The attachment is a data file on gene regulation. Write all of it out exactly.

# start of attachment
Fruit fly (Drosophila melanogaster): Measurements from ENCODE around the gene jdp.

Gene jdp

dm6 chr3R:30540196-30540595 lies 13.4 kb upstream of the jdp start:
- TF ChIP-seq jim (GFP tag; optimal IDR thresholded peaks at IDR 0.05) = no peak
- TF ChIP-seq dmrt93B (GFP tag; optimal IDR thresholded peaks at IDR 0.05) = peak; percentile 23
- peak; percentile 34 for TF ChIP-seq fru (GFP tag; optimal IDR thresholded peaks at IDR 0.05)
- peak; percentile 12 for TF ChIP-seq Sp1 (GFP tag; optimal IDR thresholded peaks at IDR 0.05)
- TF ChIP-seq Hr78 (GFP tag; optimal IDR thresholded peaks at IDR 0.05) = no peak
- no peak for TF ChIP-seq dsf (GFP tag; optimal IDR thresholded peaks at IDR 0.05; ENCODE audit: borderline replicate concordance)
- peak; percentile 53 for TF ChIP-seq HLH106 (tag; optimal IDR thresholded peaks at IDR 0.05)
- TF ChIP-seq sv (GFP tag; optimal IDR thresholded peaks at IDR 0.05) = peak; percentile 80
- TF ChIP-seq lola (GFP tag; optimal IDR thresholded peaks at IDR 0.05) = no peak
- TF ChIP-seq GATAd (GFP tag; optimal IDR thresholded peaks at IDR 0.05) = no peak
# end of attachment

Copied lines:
Fruit fly (Drosophila melanogaster): Measurements from ENCODE around the gene jdp.

Gene jdp

dm6 chr3R:30540196-30540595 lies 13.4 kb upstream of the jdp start:
- TF ChIP-seq jim (GFP tag; optimal IDR thresholded peaks at IDR 0.05) = no peak
- TF ChIP-seq dmrt93B (GFP tag; optimal IDR thresholded peaks at IDR 0.05) = peak; percentile 23
- peak; percentile 34 for TF ChIP-seq fru (GFP tag; optimal IDR thresholded peaks at IDR 0.05)
- peak; percentile 12 for TF ChIP-seq Sp1 (GFP tag; optimal IDR thresholded peaks at IDR 0.05)
- TF ChIP-seq Hr78 (GFP tag; optimal IDR thresholded peaks at IDR 0.05) = no peak
- no peak for TF ChIP-seq dsf (GFP tag; optimal IDR thresholded peaks at IDR 0.05; ENCODE audit: borderline replicate concordance)
- peak; percentile 53 for TF ChIP-seq HLH106 (tag; optimal IDR thresholded peaks at IDR 0.05)
- TF ChIP-seq sv (GFP tag; optimal IDR thresholded peaks at IDR 0.05) = peak; percentile 80
- TF ChIP-seq lola (GFP tag; optimal IDR thresholded peaks at IDR 0.05) = no peak
- TF ChIP-seq GATAd (GFP tag; optimal IDR thresholded peaks at IDR 0.05) = no peak